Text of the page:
230 Dean’s Report 2011 I 2012 23 Facts and Figures HMS LEADERSHIP PRECLINICAL DEPARTMENT CHAIRS Jeffrey S. Flier, MD ADMINISTRATIVE Joan Brugge, PhD Dean of the Faculty of DEANS Louise Foote Pfeiffer Professor of Cell Biology Medicine Chair, Cell Biology Richard G. Mills, JD ACADEMIC DEANS Paul Farmer, MD, PhD Executive Dean for Kolokotrones University Professor of Global Health Administration and Social Medicine William W. Chin, MD Wesley Benbow, MBA Chair, Global Health and Social Medicine Executive Dean for Associate Dean for Research Michael Greenberg, PhD Finance and Chief Nathan Marsh Pusey Professor of Neurobiology Maureen Connelly, Financial Officer Chair, Neurobiology MD, MPH Gretchen Brodnicki, JD Dean for Faculty Affairs Stephen Harrison, PhD Dean for Faculty and Giovanni Armenise–Harvard Professor of Basic Jules Dienstag, MD Research Integrity Biomedical Science Dean for Medical Judith Glaven, PhD Acting Chair, Biological Chemistry and Molecular Education Associate Dean for Basic Pharmacology David E. Golan, and Interdisciplinary Marc Kirschner, PhD MD, PhD Research John Franklin Enders University Professor of Dean for Graduate John Halamka, MD Systems Biology Education Chief Information Officer Chair, Systems Biology Lee Nadler, MD Barbara McNeil, MD, PhD Dean for Clinical and Lisa Muto, PhD Ridley Watts Professor of Health Care Policy Translational Research Associate Dean for Chair, Health Care Policy Institutional Planning Nancy Oriol, MD and Policy John Mekalanos, PhD Dean for Students Adele Lehman Professor of Microbiology and By any measure, Susan Rapple Joan Reede, MD, MS, Molecular Genetics Dean for Resource MPH, MBA Chair, Microbiology and Immunobiology Development Dean for Diversity and HMS is thriving, Doug Melton, PhD Community Partnership Richard Shea Xander University Professor Associate Dean for Nancy J. Tarbell, MD David Scadden, MD Physical Planning and with a distinguished Dean for Academic and Gerald and Darlene Jordan Professor of Medicine Facilities Clinical Affairs Co-chairs, Stem Cell and Regenerative Biology Julie Stanley Clifford Tabin, PhD faculty, visionary HARVARD SCHOOL Chief Human George Jacob and Jacqueline Hazel Leder Professor OF DENTAL Resources Officer of Genetics MEDICINE Chair, Genetics leadership and an Gina Vild Associate Dean for R. Bruce Donoff, Communications and COLLABORATIONS ACROSS HARVARD DMD, MD unparalleled network External Relations Dean and Chief Broad Institute of MIT and Harvard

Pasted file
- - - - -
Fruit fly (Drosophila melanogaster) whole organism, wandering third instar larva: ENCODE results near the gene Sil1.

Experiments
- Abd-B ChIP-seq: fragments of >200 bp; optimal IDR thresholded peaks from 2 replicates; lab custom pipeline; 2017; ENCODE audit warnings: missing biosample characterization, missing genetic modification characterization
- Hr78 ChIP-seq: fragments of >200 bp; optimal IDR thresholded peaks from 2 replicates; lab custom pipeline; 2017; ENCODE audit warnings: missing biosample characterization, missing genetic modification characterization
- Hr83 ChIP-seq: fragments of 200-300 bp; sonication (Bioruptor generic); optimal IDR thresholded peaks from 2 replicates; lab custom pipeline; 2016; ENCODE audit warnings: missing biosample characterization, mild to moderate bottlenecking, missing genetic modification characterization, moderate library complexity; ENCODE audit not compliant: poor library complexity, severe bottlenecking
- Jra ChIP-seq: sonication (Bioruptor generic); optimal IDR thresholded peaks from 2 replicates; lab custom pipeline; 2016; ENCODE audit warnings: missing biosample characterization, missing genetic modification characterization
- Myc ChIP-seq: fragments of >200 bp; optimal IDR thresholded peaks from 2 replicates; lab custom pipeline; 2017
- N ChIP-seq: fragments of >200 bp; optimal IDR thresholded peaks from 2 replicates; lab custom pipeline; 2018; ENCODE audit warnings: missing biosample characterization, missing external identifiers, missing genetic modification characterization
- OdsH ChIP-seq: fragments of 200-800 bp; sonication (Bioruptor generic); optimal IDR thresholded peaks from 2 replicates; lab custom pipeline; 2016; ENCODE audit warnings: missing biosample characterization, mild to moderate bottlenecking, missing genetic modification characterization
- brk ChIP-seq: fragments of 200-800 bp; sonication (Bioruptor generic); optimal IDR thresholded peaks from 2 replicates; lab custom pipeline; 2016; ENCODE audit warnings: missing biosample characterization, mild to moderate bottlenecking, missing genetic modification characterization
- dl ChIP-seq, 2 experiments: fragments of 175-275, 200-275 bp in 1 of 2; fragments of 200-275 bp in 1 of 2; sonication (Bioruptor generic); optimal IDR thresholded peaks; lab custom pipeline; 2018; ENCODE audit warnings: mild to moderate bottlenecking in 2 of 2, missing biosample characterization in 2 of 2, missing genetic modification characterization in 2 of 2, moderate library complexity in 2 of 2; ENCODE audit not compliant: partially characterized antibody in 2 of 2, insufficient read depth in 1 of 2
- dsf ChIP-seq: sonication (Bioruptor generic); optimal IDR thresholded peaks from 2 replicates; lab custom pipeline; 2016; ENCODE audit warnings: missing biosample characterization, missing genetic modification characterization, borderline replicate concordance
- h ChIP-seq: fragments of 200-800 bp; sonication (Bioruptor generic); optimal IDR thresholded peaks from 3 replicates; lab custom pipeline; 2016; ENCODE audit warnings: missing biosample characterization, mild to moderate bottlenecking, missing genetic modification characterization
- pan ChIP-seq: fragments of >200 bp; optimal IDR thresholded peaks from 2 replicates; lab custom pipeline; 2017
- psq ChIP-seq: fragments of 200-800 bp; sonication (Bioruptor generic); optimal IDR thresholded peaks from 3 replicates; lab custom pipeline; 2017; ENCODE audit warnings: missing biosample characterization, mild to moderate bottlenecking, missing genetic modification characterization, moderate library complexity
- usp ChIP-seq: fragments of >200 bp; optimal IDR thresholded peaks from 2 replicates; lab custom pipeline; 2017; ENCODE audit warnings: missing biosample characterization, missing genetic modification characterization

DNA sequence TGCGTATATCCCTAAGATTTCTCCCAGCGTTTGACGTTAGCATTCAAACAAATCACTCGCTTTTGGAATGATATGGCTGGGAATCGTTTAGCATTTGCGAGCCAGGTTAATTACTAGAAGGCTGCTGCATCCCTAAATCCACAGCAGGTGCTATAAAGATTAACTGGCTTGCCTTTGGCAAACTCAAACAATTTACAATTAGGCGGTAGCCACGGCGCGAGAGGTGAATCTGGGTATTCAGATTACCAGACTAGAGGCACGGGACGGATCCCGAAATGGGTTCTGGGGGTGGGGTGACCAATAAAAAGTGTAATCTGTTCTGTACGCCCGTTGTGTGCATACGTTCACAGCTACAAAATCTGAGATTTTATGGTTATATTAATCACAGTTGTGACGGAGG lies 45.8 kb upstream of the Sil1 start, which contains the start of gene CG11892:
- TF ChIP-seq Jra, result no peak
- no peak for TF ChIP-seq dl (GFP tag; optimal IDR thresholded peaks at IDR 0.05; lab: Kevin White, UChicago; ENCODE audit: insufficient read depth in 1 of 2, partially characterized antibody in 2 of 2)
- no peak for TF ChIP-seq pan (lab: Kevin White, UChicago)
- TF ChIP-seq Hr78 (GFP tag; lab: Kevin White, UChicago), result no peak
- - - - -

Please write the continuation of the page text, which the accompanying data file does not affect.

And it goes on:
Communications Officer Harvard Catalyst